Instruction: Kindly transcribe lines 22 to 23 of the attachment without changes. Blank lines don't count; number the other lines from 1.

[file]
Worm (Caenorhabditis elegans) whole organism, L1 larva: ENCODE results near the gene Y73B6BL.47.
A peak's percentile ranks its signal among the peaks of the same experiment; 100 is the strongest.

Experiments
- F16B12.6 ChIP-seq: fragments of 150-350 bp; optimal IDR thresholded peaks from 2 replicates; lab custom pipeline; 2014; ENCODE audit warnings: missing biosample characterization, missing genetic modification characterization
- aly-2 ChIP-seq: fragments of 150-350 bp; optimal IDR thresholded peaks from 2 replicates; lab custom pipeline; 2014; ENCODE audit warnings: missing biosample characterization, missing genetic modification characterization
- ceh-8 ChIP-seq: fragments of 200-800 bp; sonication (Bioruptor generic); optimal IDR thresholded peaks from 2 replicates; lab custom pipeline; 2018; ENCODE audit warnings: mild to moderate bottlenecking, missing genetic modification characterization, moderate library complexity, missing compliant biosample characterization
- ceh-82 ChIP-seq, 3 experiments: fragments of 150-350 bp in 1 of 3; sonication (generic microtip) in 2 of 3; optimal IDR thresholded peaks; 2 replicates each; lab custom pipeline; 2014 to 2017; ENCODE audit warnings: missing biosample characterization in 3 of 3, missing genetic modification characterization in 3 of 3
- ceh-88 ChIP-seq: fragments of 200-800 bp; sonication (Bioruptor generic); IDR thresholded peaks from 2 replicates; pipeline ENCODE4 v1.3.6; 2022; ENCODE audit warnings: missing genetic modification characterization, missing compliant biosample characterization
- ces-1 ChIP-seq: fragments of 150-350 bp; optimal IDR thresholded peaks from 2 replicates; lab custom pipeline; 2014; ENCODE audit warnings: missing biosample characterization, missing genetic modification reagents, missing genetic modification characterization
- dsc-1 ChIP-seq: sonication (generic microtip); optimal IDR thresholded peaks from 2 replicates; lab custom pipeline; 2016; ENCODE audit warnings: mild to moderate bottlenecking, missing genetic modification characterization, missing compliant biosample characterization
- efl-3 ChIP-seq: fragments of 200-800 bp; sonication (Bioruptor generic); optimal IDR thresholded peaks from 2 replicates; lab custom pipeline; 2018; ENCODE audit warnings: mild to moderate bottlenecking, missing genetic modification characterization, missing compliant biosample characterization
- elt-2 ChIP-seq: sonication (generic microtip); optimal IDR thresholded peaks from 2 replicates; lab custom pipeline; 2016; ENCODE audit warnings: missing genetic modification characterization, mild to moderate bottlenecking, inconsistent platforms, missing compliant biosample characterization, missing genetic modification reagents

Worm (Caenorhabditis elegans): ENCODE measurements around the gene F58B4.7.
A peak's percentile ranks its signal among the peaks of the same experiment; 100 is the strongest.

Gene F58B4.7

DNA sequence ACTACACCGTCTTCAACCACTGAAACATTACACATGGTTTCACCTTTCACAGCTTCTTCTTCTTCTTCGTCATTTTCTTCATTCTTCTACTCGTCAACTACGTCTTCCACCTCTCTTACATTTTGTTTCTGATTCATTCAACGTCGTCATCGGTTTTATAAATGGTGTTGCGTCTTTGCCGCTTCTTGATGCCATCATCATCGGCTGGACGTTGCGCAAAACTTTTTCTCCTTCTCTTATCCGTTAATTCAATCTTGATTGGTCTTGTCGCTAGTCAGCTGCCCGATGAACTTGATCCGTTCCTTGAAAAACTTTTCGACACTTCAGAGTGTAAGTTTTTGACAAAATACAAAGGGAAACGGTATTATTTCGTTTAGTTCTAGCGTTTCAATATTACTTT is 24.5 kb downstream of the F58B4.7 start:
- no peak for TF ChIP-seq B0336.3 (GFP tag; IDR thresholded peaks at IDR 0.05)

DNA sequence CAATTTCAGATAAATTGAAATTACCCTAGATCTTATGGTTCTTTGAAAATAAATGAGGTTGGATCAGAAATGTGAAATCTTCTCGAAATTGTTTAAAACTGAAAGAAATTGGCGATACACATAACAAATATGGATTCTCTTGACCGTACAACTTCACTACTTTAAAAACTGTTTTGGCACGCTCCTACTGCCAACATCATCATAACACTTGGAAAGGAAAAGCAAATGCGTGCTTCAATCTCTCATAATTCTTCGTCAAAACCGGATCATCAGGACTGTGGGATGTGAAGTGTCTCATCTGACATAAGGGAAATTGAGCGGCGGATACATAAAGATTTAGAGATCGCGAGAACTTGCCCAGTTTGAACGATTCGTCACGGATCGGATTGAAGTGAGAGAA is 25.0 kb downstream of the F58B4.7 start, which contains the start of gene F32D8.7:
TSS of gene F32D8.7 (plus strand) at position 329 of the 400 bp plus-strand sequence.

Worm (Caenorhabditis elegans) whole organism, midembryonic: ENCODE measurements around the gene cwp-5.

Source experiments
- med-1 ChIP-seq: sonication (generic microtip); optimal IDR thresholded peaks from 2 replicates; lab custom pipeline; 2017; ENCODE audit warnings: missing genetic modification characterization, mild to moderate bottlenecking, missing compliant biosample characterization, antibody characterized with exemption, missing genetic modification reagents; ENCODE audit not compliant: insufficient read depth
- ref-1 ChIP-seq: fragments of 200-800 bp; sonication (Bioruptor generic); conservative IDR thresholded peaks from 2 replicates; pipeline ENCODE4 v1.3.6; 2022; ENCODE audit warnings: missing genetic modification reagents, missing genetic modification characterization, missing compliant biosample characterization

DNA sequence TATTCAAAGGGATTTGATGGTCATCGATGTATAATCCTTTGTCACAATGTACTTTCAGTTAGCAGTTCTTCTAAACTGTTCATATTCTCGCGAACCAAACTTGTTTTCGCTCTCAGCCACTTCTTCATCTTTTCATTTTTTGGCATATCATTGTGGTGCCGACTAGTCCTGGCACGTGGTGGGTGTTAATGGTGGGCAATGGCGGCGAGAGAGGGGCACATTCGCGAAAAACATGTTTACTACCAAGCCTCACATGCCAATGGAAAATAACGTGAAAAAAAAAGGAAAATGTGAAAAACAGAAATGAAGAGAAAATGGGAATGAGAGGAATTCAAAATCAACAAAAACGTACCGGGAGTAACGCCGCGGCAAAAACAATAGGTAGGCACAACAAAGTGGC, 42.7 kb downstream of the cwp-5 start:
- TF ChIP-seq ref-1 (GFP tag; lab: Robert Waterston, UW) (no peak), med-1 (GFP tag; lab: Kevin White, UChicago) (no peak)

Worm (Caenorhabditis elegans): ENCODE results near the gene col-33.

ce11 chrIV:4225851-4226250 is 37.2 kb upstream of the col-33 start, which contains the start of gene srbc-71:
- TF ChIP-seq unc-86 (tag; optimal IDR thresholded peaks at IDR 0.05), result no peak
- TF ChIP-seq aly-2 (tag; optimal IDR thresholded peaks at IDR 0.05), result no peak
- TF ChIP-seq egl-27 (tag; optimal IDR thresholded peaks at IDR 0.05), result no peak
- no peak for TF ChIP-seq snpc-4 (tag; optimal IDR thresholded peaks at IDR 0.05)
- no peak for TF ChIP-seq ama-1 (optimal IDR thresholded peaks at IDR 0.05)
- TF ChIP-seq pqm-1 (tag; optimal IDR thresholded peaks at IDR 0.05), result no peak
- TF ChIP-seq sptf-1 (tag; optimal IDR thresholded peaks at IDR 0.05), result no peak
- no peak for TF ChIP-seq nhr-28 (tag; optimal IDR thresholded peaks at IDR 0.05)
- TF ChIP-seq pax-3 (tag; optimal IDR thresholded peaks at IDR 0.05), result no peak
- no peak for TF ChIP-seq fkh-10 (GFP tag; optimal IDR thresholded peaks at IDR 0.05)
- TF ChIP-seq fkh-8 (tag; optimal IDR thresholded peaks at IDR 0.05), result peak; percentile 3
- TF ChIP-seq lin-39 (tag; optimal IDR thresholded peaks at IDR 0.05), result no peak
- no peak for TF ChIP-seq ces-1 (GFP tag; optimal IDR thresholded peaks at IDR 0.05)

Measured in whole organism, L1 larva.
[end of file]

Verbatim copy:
- med-1 ChIP-seq: sonication (generic microtip); optimal IDR thresholded peaks from 2 replicates; lab custom pipeline; 2017; ENCODE audit warnings: missing genetic modification characterization, mild to moderate bottlenecking, missing compliant biosample characterization, antibody characterized with exemption, missing genetic modification reagents; ENCODE audit not compliant: insufficient read depth
- ref-1 ChIP-seq: fragments of 200-800 bp; sonication (Bioruptor generic); conservative IDR thresholded peaks from 2 replicates; pipeline ENCODE4 v1.3.6; 2022; ENCODE audit warnings: missing genetic modification reagents, missing genetic modification characterization, missing compliant biosample characterization